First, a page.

Michael Jordan is about to be inducted into the Hall of Fame – the Clap Academy Hall of Fame.
There are few more evocative childhood memories than the ones tied to my beloved Chicago Bulls. Imagine being a child and latching onto something very early on — a player and a team — and then watching every year as the both of them, fates entwined, struggle to mature, grow, get better, then ultimately win.
And when they win they don’t stop winning. Suddenly that team’s name is synonymous with championships and that player is an international superstar. It’s like being able to say you were a fan of The Beatles since way back when Pete Best was on drums. It’s the perverse pride of being at the ground floor of something that later turns into a phenomena. There is a weird pride in that. You did nothing to contribute to the success of it, but you feel as though you did, and it reaps a lasting emotional reward.
It is also rare to watch someone, in real time, become the absolute best at something. Not just good, THE BEST. It’s happened before of course. We saw it during the seven year run of TV’s Empty Nest when Richard Mulligan became the finest actor of a generation. Then there was that fleeting moment in 1983 when David Copperfield vanished the Statue of Liberty, allowing him to claim title as “the greatest large-objects magician” since Wilbur the Druid Tempest, in 1884, made Spain disappear for five full seconds.
So what was so great about Michael Jordan, besides his prescient ability to never be wrong athletically (excluding baseball, golf, or, actually, anything not basketball)? It could just be the man’s highlight reel. The dizzying string of heroic game winning shots, acrobatic plays and official dunks. Maybe it was his commercials?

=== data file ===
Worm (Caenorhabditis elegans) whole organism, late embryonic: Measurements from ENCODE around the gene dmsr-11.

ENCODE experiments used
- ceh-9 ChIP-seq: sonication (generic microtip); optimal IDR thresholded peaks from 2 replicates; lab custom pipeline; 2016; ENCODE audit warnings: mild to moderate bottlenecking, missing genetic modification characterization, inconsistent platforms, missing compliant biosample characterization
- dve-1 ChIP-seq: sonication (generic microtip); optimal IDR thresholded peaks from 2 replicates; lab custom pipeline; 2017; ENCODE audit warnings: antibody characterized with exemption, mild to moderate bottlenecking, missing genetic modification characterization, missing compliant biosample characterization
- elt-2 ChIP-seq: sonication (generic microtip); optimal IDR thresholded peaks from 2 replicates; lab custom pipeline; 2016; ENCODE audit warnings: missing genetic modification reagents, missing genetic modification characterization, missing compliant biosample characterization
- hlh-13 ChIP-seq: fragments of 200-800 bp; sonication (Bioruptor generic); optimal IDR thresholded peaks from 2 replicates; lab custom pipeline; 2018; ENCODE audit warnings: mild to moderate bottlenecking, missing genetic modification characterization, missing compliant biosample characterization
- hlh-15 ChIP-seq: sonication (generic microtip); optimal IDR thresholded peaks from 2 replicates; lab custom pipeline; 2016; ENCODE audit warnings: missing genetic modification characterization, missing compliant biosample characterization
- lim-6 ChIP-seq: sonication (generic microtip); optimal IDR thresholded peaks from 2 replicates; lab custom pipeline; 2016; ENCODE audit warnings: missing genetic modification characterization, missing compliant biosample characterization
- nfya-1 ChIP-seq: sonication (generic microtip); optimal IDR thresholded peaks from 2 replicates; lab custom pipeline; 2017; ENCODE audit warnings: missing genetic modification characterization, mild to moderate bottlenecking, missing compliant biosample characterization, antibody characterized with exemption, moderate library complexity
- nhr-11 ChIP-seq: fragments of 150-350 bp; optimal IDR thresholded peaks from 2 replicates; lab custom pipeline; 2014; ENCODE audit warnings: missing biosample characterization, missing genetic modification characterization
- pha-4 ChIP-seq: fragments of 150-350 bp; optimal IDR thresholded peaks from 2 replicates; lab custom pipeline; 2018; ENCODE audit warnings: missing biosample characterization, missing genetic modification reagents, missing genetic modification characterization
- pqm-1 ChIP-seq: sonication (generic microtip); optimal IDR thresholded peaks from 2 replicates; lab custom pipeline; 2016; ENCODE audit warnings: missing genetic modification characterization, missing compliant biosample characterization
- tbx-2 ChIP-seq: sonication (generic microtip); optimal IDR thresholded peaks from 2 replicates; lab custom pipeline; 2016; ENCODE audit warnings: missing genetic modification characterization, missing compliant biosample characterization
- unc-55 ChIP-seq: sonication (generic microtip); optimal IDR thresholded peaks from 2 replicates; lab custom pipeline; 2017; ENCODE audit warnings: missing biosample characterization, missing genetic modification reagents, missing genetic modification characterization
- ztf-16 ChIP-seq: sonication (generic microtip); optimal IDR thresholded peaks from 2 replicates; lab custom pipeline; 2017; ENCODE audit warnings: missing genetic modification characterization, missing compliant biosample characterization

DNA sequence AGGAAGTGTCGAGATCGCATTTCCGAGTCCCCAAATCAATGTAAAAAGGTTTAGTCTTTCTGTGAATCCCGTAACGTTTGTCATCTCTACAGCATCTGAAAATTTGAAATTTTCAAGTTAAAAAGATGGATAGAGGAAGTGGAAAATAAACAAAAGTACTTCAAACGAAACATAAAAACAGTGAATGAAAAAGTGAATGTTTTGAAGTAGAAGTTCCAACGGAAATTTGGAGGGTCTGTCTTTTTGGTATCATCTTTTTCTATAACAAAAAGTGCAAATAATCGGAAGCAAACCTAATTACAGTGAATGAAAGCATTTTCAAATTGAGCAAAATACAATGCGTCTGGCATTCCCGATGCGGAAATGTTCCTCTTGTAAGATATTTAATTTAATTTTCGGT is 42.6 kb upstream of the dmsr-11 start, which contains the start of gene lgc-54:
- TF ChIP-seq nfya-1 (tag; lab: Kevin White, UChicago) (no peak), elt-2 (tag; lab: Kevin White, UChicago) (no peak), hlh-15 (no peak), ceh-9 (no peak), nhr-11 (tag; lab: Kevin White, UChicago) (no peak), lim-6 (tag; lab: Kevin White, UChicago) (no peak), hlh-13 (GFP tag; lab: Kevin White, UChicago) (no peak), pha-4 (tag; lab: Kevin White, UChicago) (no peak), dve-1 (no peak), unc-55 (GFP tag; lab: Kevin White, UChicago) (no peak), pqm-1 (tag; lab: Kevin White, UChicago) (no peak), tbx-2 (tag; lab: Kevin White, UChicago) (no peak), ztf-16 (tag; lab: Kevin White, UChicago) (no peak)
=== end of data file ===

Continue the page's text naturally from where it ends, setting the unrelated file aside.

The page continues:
Maybe it was his Marx-like range of facial expressions in those Spike Lee commercials? The man emoted facially like someone about to lose to a Keynesian economist at math camp– and by someone, Karl Marx. Maybe it was just that everybody loves a winner. Or maybe it was the shoes? THA SHOOOS!
Whatever it was that made Michael Jordan a seminal figure it all came together at the right moment. In terms of fame, the 90′s were a lot like the 80′s but with slightly rounder edges. You could still be a matinee idol, but corporate culture made more demands on your personality. Jordan marched arm-in-arm, lockstep with those demands, and in return his iconography was captured in front of billions of cameras. Big cameras. Not like the millions of tiny ones, cellular and invasive, we know and use today that smudge our vision of celebrity. Big cameras make you a matinee idol; tiny ones make you the butt of a YouTube joke.
Above all else though, Michael Jordan became the idealized heir to the fame African-American celebrities enjoyed in the 1980′s. Black fame was nothing new, but Jordan came along at a time just after black crossover appeal had taken hold in the American culture and he illuminated its strongest characteristics.
He was as exciting to watch as Michael Jackson but not as erratic. He was as friendly as Bill Cosby but the context of sport gave him permission to be edgy. He was as self-confident as Ali, and as rich as Oprah.
It may likewise be said that MJ’s success laid its own groundwork for progress in this current decade, and for the fortunes of another high-profile black Chicagoan. There must be something about that particular commodity, being from that particular town. The marker tends to get moved.
Welcome Michael Jordan’s career to the Clap Academy Hall of Fame.